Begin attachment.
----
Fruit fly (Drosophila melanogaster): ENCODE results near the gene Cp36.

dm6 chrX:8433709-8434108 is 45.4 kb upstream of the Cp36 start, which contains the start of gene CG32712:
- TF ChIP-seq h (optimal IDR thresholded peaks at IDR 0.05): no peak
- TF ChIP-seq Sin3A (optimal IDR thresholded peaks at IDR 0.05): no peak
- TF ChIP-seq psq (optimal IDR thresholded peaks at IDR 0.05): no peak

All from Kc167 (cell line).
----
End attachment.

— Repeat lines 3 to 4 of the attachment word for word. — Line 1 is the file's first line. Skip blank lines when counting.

- TF ChIP-seq h (optimal IDR thresholded peaks at IDR 0.05): no peak
- TF ChIP-seq Sin3A (optimal IDR thresholded peaks at IDR 0.05): no peak